Recycling and anti-litter initiatives

University employee Clint Naquin tosses cardboard boxes into the baler machine used for recycling located near the Sustainability Center located on North Campus. The baler machine compresses materials such as plastic containers, metal cans, paper and cardboard. Jacob Summerville/The Lion’s Roar

Located on North Campus, the Sustainability Center offers an array of learning opportunities for students in the field of recyclable sciences and technology as well as being responsible for recycling and the prevention of litter.

The university website currently lists paper, plastics number one through seven, metal cans, cardboard and used print cartridges as items that can be recycled through the university’s program.

To further understand exactly what measures will be taken towards recycling and spreading an anti-litter message, Manager of Grounds, Landscape and Recycling Carlos Doolittle shared what he hopes to add to campus.

 

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“Right now, as far as recycling, there are 20 of those blue cans on campus, nowhere near enough,” said Doolittle. “So, I’m very hopeful we’re supposed to be able to triple that amount in the near future. I haven’t seen those funds yet, but I’m hoping for that. So, that’s our goal, to get more recycling containers out here. That’s really the recycling that’s readily available to the students.”

Doolittle expanded on his previous statement, saying that a lot of paper comes from the computer labs.

“Students might see our green recycle bins by copy machines or in computer labs, but other than that, there’s really not a whole lot of opportunity for students to participate in recycling,” said Doolittle. “So, that’s what I’m really hoping is going to happen soon.”

In the past, the Sustainability Center used black cans as recycling bins, which were mistaken as garbage cans instead. 

Doolittle explained how the black cans were eventually replaced. 

“Keep Louisiana Beautiful, with one of their healthy community’s grants, two or three years ago, funded the purchase of the 20 containers that we have now,” said Doolittle. “I’m very hopeful we can continue that because the blue containers have been successful. Very, very rarely do we have to discard the collection that are from the blue containers. People understand that that is a recycle container. They use it accordingly.” 

According to Doolittle, paper, certain plastics and metal cans go through a single-stream recycling system, which means that all three types of items are mixed whenever a collection truck picks up the recyclable material. He also mentioned three items that the Sustainability Center does not recycle.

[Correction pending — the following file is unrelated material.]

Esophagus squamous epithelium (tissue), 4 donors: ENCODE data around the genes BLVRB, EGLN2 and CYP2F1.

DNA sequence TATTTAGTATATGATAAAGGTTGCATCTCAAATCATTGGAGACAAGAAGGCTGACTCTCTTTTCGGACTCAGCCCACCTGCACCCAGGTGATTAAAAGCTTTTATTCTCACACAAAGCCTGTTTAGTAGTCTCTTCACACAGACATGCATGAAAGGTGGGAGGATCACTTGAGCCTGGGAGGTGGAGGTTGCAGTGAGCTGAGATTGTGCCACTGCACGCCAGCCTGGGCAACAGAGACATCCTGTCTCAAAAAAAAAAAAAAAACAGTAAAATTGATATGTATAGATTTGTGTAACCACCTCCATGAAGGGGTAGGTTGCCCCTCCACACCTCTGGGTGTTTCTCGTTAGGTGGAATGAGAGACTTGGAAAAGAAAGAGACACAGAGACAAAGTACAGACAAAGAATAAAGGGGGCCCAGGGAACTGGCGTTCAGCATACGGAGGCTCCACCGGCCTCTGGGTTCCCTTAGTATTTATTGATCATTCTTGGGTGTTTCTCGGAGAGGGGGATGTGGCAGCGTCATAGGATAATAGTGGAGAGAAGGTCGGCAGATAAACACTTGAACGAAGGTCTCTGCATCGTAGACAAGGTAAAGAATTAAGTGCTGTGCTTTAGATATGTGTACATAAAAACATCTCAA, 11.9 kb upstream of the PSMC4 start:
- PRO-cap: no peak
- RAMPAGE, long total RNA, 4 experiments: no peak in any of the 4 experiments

“Styrofoam is technically a plastic,” said Doolittle. “We can take that type of plastic, but we can’t take the expanded polystyrene that we know as Styrofoam. So, we don’t take that, and then, even though we do have some stuff in bags, we don’t just out and out recycle shopping bags. The reason for that is at the recycle center, those plastic films, as they refer to it in their sorting machinery that distributes the recyclables out onto the conveyor, those plastic bags just get all caught up on the knobs on that wheel that turns. Also, we do not recycle glass. There’s a little bit of a confusing message there I think because as part of the city’s recycling program, they do say that they take glass. With our recycling program, we’re not able to take glass.”

The Sustainability Center also recycles cardboard and print cartridges, but those items do not pass through the single-stream system. 

For those who want to recycle cartridges, Doolittle clarified some confusion that could occur in the process.

“We have the green containers inside the computer lab, inside departmental offices, but we don’t want those print cartridges inside those containers because what’s in that green container is getting emptied into the compactor,” said Doolittle. “It’s not going to make it to the right place. So, for the print cartridges, we just ask for people to put those off to the side so we can collect those as a separate stream.”

Doolittle noted that the recycled material goes to the Recycling Foundation of Baton Rouge, and the relatively short travel distance allows the Sustainability Center to use the single-stream recycling system. 

Doolittle explained why the recycling cans across campus say, ‘cans and bottles only.’

“Technically, we could take paper in those containers,” said Doolittle. “But as I was trying to decide what message to portray on those cans, I realized that part of what can make a collection in an outdoor container contaminated is if somebody still has coffee in their cup and they throw it in there, it gets that paper soggy and soppy, and we have to toss the whole collection. So, I did not target paper in our outside collections. Technically, it’s all going to the same place.”

Since 2012, the university has recycled 215 tons of material through the single-stream compactor. Since 2013, approximately 88 tons of cardboard have been recycled along with four tons of print cartridges and packages. 

However, according to the Southern Regional Water Program, 3.8 million tons of municipal solid waste was produced in 2000 solely in Louisiana.

“When you look at how many tons are still going to the landfill, these numbers look very, very tiny,” said Doolittle.

In the future, Doolittle hopes to see more bins on campus and spread a message against littering.

“We currently have those 20 blue recycle bins,” said Doolittle. “We have hundreds of garbage cans. So, one of the slogans that the physical plant would like to use is ‘Lion Up against litter.’ That’s kind of a campaign slogan we’d like to see more in the near future. When I can get those additional recycling containers, I would ask that people use the recycle container every opportunity they have.”

 

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